Chapter 1. Starting at the Source

Just like Alice in a different Wonderland, I was told that when you want to understand something, begin at the beginning. Good advice for life, and possibly for watersheds too? For years my hiking group had been exploring the watershed of the Elbow River, but had yet to visit the source of this beautiful watercourse. Today, on a bright blue mountain morning, we are setting out on a backpacking jaunt and something of a quest. We hoist up the deadweight backpacks, grab bear spray and climb up the steep gravel track until we reach the high point of the trail — Elbow Pass. Finally, in front of us, is the welcome sight of little Elbow Lake glistening in the sunshine, and of the quiet backcountry campsite on its southeast margin.

Here at the westernmost point of the Elbow watershed, Elbow Lake is fed by springs and the creek that comes from the highest source — Rae Glacier — another 600 metres up on the northern slopes of Mount Rae. At 3,218 m, the mammoth, block-shaped Mount Rae, with its tightly-folded limestone rock layers, is one of the highest mountains in the Front Ranges of the Rocky Mountains, and the highest in the Elbow watershed. Its notched peak can even be seen from the prairies, 60 kilometres to the east. Mount Rae is the northernmost mountain in the spectacular 17-km-long Misty Range.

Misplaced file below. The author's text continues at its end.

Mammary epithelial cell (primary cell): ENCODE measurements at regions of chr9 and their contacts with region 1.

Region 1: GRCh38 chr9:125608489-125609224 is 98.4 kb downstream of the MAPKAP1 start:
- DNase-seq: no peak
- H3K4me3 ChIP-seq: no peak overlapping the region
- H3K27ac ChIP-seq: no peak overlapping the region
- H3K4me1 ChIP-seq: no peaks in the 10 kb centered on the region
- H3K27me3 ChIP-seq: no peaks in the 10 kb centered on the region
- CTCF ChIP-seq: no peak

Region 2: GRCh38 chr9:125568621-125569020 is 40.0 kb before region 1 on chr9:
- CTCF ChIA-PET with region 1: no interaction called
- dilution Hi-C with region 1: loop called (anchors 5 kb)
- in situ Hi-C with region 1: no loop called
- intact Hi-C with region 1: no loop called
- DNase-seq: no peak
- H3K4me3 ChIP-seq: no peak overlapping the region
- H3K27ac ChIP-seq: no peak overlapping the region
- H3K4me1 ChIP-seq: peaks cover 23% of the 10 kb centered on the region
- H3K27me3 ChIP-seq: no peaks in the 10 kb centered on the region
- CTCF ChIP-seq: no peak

Figure 1-1. Sketch map showing source of Elbow River at Rae Glacier and Elbow Lake.

 Figure 1-1. Sketch map showing source of Elbow River at Rae Glacier and Elbow Lake.

 Figure 1-2. Elbow Lake, at Elbow Pass.

 Figure 1-2. Elbow Lake, at Elbow Pass.

 Mount Rae and Dr. John

Mount Rae was named in 1859 by the celebrated explorer of western Canada, Captain John Palliser, for the less-known Arctic explorer, Dr. John Rae. Scottish by birth, he worked for the Hudson’s Bay Company  and was hired to survey nearly 2,500 kilometres of the Arctic coast. He learned Arctic survival from the Inuit, covering over 10,000 kilometres on snowshoes. He unearthed the tragic 1847 fate of Sir John Franklin, the news of which had mixed reactions in England. (It was later proved that Rae, not Franklin, found the final link to the Northwest Passage.) In 1864 Rae carried out his last major expedition —  to survey a route for a telegraph line through the Canadian Rockies. Magnificent Mount Rae is a worthy namesake for this consummate surveyor and traveller.